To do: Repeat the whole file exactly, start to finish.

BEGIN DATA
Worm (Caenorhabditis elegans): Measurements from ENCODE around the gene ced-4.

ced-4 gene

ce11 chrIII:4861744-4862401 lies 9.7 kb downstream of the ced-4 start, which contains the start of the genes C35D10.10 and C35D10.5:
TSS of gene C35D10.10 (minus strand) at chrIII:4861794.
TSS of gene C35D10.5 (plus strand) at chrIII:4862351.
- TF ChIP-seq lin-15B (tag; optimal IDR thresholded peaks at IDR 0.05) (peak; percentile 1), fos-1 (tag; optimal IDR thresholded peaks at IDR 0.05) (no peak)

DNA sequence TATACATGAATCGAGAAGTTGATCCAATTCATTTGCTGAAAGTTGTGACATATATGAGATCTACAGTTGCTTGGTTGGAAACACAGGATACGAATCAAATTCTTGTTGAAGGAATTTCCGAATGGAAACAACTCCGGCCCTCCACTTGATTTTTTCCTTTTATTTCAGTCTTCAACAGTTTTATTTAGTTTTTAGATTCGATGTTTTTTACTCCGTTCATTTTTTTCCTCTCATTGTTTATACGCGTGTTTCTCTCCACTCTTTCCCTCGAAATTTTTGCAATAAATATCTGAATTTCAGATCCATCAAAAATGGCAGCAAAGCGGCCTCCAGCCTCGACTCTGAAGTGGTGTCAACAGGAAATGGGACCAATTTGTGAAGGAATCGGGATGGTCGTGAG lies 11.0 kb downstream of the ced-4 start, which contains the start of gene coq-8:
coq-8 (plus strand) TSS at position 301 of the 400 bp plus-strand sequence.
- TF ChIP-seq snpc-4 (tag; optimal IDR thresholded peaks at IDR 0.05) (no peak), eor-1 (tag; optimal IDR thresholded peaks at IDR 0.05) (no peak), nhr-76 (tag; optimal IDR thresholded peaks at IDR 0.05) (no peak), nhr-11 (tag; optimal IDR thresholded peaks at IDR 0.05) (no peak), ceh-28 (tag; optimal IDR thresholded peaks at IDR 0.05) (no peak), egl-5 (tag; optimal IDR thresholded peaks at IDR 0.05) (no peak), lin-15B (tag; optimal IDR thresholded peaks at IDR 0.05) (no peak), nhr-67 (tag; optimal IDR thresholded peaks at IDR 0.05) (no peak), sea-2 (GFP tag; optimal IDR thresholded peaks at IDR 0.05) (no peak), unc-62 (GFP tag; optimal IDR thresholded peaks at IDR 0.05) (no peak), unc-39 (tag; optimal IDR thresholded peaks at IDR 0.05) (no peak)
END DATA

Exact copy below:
Worm (Caenorhabditis elegans): Measurements from ENCODE around the gene ced-4.

ced-4 gene

ce11 chrIII:4861744-4862401 lies 9.7 kb downstream of the ced-4 start, which contains the start of the genes C35D10.10 and C35D10.5:
TSS of gene C35D10.10 (minus strand) at chrIII:4861794.
TSS of gene C35D10.5 (plus strand) at chrIII:4862351.
- TF ChIP-seq lin-15B (tag; optimal IDR thresholded peaks at IDR 0.05) (peak; percentile 1), fos-1 (tag; optimal IDR thresholded peaks at IDR 0.05) (no peak)

DNA sequence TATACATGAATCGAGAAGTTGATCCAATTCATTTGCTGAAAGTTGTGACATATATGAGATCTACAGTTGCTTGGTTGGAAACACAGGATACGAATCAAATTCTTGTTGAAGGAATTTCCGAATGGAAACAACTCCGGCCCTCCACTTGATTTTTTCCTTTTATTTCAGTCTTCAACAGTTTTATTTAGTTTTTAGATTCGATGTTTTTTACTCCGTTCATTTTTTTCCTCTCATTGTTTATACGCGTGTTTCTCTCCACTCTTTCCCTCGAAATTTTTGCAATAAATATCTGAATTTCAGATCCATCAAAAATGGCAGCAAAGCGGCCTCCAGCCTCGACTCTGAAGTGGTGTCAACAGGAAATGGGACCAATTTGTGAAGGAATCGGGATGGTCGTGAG lies 11.0 kb downstream of the ced-4 start, which contains the start of gene coq-8:
coq-8 (plus strand) TSS at position 301 of the 400 bp plus-strand sequence.
- TF ChIP-seq snpc-4 (tag; optimal IDR thresholded peaks at IDR 0.05) (no peak), eor-1 (tag; optimal IDR thresholded peaks at IDR 0.05) (no peak), nhr-76 (tag; optimal IDR thresholded peaks at IDR 0.05) (no peak), nhr-11 (tag; optimal IDR thresholded peaks at IDR 0.05) (no peak), ceh-28 (tag; optimal IDR thresholded peaks at IDR 0.05) (no peak), egl-5 (tag; optimal IDR thresholded peaks at IDR 0.05) (no peak), lin-15B (tag; optimal IDR thresholded peaks at IDR 0.05) (no peak), nhr-67 (tag; optimal IDR thresholded peaks at IDR 0.05) (no peak), sea-2 (GFP tag; optimal IDR thresholded peaks at IDR 0.05) (no peak), unc-62 (GFP tag; optimal IDR thresholded peaks at IDR 0.05) (no peak), unc-39 (tag; optimal IDR thresholded peaks at IDR 0.05) (no peak)